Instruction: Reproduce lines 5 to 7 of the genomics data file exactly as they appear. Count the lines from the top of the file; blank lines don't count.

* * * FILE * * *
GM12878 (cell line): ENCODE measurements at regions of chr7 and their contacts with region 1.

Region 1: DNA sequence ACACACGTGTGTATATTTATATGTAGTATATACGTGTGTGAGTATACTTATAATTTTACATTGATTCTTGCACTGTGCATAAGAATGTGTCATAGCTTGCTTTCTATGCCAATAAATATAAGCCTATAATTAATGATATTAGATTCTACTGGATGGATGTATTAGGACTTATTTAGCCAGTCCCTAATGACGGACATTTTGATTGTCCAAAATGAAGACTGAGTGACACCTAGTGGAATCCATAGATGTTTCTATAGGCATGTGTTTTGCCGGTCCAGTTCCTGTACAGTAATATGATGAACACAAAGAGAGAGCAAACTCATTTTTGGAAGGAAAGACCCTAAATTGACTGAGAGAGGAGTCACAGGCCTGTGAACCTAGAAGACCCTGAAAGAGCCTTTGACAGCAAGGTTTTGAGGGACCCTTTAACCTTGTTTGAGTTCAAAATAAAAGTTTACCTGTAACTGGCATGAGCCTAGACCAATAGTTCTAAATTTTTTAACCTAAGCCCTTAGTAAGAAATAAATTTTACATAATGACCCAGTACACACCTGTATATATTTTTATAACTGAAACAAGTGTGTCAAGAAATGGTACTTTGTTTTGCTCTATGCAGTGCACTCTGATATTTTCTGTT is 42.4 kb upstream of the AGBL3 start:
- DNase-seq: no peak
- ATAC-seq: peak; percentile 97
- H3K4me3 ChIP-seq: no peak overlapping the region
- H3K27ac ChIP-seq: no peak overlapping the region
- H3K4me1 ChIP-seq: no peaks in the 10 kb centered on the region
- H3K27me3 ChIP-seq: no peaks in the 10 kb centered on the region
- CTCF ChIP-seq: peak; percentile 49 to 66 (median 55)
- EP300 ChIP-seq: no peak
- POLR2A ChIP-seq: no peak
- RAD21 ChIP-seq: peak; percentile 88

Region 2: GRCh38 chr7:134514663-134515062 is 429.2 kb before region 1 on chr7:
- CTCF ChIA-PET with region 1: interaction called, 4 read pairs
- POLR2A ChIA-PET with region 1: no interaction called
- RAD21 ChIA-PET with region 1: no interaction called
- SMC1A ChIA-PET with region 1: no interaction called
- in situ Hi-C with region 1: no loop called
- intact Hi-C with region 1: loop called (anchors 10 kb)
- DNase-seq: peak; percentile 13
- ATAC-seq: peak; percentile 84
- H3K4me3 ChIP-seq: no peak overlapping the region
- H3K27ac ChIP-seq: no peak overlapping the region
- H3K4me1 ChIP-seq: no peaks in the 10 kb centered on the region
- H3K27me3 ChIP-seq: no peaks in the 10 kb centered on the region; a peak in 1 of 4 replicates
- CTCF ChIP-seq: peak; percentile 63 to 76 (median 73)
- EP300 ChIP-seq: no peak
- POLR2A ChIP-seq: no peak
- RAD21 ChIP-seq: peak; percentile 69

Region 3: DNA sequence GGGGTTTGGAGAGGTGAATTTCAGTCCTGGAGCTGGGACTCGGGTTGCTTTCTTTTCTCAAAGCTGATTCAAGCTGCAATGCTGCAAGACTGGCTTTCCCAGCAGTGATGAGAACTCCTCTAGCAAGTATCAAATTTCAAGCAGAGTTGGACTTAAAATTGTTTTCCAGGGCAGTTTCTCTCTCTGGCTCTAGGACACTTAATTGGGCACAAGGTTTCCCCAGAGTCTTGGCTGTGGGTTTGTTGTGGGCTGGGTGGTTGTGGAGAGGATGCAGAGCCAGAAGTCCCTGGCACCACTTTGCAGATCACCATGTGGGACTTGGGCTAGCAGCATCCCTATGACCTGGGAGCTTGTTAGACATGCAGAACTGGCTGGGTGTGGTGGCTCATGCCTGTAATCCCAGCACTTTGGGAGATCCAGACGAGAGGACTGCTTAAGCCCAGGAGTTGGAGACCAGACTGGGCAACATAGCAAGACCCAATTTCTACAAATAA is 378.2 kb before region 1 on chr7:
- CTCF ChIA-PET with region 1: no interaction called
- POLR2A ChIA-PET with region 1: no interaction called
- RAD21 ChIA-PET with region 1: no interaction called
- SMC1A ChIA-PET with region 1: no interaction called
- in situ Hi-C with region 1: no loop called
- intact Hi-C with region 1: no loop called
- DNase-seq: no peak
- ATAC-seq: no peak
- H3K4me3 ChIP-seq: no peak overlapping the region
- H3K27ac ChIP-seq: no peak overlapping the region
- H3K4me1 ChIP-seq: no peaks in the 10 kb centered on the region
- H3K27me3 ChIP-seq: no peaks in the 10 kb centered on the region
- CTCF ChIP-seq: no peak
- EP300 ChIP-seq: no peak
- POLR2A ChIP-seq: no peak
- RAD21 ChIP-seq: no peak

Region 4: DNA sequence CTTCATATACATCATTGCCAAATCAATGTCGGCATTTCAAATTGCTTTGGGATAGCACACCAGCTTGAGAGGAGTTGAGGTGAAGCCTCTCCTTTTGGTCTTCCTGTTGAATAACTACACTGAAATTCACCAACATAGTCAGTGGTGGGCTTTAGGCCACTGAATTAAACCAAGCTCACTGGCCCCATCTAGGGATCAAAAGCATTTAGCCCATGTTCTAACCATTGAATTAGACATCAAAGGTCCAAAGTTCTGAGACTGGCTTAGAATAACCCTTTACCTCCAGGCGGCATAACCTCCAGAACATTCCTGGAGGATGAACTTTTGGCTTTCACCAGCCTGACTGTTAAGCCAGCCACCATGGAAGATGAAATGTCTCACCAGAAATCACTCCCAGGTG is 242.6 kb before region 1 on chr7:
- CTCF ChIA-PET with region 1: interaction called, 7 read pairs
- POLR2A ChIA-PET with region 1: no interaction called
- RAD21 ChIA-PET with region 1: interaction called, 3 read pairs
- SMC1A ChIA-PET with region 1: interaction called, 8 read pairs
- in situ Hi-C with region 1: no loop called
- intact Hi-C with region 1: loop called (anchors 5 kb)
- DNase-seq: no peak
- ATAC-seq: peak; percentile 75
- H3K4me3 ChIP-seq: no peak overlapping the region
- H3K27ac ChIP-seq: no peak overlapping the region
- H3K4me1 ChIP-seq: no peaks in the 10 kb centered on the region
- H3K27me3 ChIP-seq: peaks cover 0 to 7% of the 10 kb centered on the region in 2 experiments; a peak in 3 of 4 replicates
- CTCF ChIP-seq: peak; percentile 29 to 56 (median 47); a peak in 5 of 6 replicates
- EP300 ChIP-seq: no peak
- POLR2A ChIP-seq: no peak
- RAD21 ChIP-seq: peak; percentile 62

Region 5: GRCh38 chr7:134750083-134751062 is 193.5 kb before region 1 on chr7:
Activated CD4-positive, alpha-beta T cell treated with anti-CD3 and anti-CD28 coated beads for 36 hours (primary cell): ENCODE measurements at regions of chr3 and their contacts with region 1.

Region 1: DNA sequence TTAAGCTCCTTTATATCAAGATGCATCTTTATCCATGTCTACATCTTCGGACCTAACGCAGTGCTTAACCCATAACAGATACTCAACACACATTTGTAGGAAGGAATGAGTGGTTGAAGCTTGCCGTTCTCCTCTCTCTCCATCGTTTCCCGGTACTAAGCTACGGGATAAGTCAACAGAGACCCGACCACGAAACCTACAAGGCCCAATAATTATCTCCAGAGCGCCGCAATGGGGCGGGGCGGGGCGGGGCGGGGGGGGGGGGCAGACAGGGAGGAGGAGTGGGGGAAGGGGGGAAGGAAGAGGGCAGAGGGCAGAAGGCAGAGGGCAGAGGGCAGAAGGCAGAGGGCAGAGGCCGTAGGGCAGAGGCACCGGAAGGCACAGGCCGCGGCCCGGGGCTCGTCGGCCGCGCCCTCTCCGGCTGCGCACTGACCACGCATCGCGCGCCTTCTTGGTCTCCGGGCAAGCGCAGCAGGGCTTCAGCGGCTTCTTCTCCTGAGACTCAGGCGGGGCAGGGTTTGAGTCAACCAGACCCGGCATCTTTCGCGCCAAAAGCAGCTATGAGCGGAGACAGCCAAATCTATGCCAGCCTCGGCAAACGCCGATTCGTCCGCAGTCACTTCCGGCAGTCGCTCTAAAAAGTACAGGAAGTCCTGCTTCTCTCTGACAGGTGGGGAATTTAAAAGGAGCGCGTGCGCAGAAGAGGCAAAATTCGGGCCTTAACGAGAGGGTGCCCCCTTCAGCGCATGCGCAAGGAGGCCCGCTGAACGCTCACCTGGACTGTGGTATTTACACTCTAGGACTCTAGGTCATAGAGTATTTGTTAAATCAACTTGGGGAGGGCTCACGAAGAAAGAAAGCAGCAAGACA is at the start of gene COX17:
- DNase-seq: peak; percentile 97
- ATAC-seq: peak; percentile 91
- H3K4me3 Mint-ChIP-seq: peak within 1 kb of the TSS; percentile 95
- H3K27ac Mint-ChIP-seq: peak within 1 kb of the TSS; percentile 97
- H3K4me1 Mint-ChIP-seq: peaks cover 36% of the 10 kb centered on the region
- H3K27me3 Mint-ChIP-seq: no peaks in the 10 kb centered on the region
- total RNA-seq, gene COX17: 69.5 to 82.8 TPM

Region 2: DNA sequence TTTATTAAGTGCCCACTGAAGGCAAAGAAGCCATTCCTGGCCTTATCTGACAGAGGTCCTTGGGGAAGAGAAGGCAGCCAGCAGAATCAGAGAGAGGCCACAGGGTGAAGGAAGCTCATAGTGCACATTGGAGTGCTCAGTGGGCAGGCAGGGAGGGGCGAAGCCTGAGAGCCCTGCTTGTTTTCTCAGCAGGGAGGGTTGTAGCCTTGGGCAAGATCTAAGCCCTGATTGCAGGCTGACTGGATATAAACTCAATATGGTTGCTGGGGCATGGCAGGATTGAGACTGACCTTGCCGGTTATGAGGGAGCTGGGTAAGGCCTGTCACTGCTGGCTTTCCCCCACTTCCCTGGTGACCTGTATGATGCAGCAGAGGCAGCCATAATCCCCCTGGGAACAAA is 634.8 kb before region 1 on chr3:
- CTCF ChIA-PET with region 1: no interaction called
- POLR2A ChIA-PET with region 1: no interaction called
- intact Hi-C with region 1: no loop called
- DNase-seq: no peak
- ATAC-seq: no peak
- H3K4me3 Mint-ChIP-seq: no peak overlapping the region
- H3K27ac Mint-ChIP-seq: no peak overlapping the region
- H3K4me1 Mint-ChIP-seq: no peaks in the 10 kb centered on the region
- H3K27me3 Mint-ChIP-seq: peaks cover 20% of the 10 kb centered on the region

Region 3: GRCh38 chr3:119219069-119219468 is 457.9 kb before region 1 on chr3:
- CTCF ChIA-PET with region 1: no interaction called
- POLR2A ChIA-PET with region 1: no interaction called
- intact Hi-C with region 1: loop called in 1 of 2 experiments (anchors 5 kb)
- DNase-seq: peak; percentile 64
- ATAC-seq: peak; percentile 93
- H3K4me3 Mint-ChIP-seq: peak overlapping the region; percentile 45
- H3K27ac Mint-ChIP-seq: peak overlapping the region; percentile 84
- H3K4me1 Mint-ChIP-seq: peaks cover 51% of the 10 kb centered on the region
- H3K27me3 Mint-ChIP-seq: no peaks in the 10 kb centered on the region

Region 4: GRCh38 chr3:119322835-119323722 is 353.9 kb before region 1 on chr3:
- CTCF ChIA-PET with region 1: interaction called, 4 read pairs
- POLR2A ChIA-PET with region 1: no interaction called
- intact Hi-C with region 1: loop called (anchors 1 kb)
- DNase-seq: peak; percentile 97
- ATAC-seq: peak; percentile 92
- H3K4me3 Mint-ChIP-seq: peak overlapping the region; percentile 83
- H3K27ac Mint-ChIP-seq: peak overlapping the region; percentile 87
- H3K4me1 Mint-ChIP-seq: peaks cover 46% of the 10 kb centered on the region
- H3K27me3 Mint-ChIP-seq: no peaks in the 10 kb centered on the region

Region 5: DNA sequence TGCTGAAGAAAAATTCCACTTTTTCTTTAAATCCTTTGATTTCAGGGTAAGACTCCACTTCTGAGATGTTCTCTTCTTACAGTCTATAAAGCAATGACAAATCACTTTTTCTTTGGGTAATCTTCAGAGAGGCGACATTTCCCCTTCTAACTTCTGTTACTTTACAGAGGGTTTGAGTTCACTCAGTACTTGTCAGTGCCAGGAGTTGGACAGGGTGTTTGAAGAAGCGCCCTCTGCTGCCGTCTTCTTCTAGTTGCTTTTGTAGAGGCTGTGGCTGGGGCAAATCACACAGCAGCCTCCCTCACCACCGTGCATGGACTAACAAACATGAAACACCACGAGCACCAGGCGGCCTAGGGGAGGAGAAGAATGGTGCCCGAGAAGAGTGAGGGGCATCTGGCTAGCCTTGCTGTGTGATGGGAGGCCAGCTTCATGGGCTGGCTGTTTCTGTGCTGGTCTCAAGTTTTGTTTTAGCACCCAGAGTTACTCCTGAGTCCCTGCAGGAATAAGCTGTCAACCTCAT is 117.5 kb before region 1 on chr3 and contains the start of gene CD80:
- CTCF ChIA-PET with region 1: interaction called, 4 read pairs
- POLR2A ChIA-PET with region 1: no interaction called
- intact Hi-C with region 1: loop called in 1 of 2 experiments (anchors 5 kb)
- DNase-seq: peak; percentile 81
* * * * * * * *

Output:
- H3K4me3 ChIP-seq: no peak overlapping the region
- H3K27ac ChIP-seq: no peak overlapping the region
- H3K4me1 ChIP-seq: no peaks in the 10 kb centered on the region